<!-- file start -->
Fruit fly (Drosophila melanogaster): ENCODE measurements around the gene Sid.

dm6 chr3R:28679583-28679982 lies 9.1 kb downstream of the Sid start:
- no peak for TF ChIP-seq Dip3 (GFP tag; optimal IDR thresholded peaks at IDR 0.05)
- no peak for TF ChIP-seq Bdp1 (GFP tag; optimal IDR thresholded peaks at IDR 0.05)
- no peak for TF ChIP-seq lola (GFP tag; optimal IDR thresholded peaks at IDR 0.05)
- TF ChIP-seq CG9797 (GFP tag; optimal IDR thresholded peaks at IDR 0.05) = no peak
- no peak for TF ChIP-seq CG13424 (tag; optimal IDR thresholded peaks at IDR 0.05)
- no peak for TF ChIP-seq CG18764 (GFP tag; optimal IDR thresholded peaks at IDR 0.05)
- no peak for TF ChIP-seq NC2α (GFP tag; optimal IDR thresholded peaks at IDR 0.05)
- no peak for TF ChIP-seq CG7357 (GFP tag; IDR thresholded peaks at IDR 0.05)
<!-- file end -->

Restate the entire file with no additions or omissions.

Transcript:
Fruit fly (Drosophila melanogaster): ENCODE measurements around the gene Sid.

dm6 chr3R:28679583-28679982 lies 9.1 kb downstream of the Sid start:
- no peak for TF ChIP-seq Dip3 (GFP tag; optimal IDR thresholded peaks at IDR 0.05)
- no peak for TF ChIP-seq Bdp1 (GFP tag; optimal IDR thresholded peaks at IDR 0.05)
- no peak for TF ChIP-seq lola (GFP tag; optimal IDR thresholded peaks at IDR 0.05)
- TF ChIP-seq CG9797 (GFP tag; optimal IDR thresholded peaks at IDR 0.05) = no peak
- no peak for TF ChIP-seq CG13424 (tag; optimal IDR thresholded peaks at IDR 0.05)
- no peak for TF ChIP-seq CG18764 (GFP tag; optimal IDR thresholded peaks at IDR 0.05)
- no peak for TF ChIP-seq NC2α (GFP tag; optimal IDR thresholded peaks at IDR 0.05)
- no peak for TF ChIP-seq CG7357 (GFP tag; IDR thresholded peaks at IDR 0.05)